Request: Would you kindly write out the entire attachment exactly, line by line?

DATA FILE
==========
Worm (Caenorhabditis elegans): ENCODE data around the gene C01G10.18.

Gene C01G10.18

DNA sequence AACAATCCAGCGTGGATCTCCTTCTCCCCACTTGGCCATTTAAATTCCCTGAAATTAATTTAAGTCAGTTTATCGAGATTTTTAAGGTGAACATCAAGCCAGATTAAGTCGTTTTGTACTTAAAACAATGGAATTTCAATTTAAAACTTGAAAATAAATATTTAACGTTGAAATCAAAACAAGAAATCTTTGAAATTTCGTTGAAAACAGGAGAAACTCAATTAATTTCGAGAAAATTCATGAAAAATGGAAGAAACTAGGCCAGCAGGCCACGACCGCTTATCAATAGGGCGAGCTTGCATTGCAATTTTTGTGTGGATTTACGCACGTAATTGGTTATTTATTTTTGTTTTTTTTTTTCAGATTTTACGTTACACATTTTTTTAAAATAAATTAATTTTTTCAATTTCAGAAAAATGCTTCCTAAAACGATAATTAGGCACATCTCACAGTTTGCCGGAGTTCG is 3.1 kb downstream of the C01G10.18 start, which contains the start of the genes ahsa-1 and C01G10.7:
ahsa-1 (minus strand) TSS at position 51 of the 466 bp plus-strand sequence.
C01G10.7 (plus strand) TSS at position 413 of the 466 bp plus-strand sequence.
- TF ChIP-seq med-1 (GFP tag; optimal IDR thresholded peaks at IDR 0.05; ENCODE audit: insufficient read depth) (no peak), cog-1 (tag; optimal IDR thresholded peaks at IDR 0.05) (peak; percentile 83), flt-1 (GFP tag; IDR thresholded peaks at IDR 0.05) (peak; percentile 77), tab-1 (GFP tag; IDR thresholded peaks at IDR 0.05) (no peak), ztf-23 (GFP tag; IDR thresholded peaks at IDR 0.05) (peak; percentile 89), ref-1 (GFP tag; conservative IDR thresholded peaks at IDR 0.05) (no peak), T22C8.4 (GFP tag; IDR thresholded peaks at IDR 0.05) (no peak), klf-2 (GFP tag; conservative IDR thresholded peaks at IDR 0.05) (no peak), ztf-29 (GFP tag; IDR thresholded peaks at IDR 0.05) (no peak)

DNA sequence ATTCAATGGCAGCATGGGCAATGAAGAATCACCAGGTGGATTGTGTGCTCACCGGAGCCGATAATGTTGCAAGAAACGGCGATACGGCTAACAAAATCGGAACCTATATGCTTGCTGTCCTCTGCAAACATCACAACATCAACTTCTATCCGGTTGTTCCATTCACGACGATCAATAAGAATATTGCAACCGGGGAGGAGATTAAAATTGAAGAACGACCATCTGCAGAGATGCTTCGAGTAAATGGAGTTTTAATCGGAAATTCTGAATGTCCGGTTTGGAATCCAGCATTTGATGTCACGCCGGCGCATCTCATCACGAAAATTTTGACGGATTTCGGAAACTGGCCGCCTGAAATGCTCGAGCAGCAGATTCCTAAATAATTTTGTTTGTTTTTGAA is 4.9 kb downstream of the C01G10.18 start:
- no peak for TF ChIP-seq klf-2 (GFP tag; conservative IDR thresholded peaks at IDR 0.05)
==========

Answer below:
Worm (Caenorhabditis elegans): ENCODE data around the gene C01G10.18.

Gene C01G10.18

DNA sequence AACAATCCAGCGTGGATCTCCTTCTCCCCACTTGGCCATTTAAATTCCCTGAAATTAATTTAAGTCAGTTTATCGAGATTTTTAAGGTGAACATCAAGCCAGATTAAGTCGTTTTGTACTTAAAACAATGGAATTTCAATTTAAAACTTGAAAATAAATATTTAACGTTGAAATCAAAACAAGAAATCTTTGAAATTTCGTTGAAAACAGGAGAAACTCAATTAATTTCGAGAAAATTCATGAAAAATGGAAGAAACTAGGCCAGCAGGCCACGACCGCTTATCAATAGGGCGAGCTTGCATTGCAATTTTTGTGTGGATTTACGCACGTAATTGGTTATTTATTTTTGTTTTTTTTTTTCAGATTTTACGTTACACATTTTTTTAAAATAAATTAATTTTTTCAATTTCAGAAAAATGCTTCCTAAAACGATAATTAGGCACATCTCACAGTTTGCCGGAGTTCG is 3.1 kb downstream of the C01G10.18 start, which contains the start of the genes ahsa-1 and C01G10.7:
ahsa-1 (minus strand) TSS at position 51 of the 466 bp plus-strand sequence.
C01G10.7 (plus strand) TSS at position 413 of the 466 bp plus-strand sequence.
- TF ChIP-seq med-1 (GFP tag; optimal IDR thresholded peaks at IDR 0.05; ENCODE audit: insufficient read depth) (no peak), cog-1 (tag; optimal IDR thresholded peaks at IDR 0.05) (peak; percentile 83), flt-1 (GFP tag; IDR thresholded peaks at IDR 0.05) (peak; percentile 77), tab-1 (GFP tag; IDR thresholded peaks at IDR 0.05) (no peak), ztf-23 (GFP tag; IDR thresholded peaks at IDR 0.05) (peak; percentile 89), ref-1 (GFP tag; conservative IDR thresholded peaks at IDR 0.05) (no peak), T22C8.4 (GFP tag; IDR thresholded peaks at IDR 0.05) (no peak), klf-2 (GFP tag; conservative IDR thresholded peaks at IDR 0.05) (no peak), ztf-29 (GFP tag; IDR thresholded peaks at IDR 0.05) (no peak)

DNA sequence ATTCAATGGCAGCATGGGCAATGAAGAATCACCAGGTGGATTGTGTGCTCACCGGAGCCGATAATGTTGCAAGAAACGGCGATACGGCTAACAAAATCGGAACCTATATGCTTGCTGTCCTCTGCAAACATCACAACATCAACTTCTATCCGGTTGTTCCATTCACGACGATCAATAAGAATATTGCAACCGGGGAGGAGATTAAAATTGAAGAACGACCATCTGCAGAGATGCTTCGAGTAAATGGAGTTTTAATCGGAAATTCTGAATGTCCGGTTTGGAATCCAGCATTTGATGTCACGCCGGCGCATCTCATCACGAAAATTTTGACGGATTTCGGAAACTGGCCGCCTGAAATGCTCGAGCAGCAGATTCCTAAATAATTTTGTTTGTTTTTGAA is 4.9 kb downstream of the C01G10.18 start:
- no peak for TF ChIP-seq klf-2 (GFP tag; conservative IDR thresholded peaks at IDR 0.05)